Current supplemental oxygen systems use portable concentrators, high pressure gas cylinders, or chemical generators – technology largely unchanged since the 1940s. These “state-of-the-art” systems are either expensive, bulky, hazardous, or all three.
Using technology developed at the University of Michigan Department of Emergency Medicine, Rapid Oxygen has developed a low-cost, disposable, and ultra-portable device that uses a safe chemical reaction with no undesirable byproducts. It requires no electricity and can deliver oxygen for up to 20 minutes. It’s ideal for military deployment in remote areas, pandemic preparedness, as well as for survival in airplanes, mines, submarines, or other spaces where current systems are prohibited. If you can think of a location where you might find an automatic emergency defibrillator (AED), Rapid Oxygen wants to be there too.
Led by Richard Imbruce, a pulmonary physiologist with over 30 years of experience in the medical device industry, along with co-inventor and emergency medicine physician and MCIRCC Executive Director, Dr. Kevin Ward, Rapid Oxygen is poised to help us all breathe easier.
Rapid Oxygen is the response to the need for novel treatment solutions for the critically ill and injured in austere environments from combat casualty care to maternal-child health.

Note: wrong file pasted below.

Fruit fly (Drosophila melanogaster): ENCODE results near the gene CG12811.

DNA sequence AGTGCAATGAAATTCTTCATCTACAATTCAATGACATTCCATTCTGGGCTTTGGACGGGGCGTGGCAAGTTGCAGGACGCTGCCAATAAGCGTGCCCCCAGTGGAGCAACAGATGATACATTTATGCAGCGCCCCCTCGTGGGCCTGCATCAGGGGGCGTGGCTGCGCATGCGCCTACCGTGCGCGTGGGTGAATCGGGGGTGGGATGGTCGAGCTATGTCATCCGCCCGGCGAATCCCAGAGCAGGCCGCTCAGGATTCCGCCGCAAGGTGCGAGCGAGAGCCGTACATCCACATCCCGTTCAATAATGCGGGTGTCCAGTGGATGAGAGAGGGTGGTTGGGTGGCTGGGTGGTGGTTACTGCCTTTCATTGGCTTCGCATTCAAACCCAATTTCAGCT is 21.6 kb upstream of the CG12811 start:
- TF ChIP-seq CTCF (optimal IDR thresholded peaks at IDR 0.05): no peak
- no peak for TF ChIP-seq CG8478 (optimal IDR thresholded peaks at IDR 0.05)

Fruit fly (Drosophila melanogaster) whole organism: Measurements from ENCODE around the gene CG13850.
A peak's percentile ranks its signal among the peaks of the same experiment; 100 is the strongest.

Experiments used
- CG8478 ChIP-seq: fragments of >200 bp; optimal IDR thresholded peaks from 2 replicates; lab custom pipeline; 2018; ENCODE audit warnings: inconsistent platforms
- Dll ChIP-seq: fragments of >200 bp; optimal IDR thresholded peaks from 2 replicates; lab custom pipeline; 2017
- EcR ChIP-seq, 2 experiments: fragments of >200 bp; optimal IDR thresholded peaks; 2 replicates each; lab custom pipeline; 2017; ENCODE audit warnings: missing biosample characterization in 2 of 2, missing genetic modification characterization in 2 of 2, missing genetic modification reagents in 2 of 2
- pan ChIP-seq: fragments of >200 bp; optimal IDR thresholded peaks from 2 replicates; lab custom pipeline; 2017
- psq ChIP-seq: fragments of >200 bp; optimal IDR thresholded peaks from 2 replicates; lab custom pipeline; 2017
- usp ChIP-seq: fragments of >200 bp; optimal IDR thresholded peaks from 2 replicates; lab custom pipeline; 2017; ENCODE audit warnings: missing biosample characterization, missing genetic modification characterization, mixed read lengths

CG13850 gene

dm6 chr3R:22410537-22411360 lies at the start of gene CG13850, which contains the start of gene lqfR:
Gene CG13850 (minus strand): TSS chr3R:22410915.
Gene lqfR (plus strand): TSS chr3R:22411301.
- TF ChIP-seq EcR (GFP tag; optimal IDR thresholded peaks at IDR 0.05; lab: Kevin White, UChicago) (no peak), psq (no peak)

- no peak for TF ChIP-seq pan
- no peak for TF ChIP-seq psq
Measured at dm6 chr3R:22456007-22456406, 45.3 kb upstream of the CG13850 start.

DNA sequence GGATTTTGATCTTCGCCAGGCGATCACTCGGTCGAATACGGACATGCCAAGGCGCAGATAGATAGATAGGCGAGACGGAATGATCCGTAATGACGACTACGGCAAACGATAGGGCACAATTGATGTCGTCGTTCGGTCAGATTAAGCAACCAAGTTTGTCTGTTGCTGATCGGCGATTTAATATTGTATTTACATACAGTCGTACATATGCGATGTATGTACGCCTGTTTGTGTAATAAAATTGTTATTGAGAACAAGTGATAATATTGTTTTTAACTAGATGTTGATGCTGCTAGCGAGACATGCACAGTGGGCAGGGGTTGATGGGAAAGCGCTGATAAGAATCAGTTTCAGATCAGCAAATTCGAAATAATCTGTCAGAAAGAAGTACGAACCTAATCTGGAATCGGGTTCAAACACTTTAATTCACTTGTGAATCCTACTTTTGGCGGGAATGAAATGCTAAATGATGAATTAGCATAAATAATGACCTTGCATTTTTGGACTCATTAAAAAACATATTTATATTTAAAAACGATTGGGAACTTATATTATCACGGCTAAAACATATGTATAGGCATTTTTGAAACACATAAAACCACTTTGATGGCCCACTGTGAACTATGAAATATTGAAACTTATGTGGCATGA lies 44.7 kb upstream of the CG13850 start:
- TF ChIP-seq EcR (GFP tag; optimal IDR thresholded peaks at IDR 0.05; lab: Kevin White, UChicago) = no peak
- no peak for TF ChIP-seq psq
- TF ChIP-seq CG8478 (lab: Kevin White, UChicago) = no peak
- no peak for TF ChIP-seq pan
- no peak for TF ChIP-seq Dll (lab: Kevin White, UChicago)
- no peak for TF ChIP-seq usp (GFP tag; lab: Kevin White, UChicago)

Part of this treatment paradigm necessitated development of pulmonary oxygen support in far forward areas where low weight requirements and lack of electrical or battery power limits the use of alternative oxygen delivery systems, like oxygen concentrators and gas cylinders.
Rapid Oxygen was created as a result of research collaborations on emergency transport ventilation delivery systems conducted through a strategic partnership between academia, industry, and the U.S. Department of Defense.
The need for alternative sources of oxygen led to the development of the Rapid Oxygen Company — an LLC organized to become the exclusive manufacturing and distribution vehicle for the newly developed oxygen generation devices.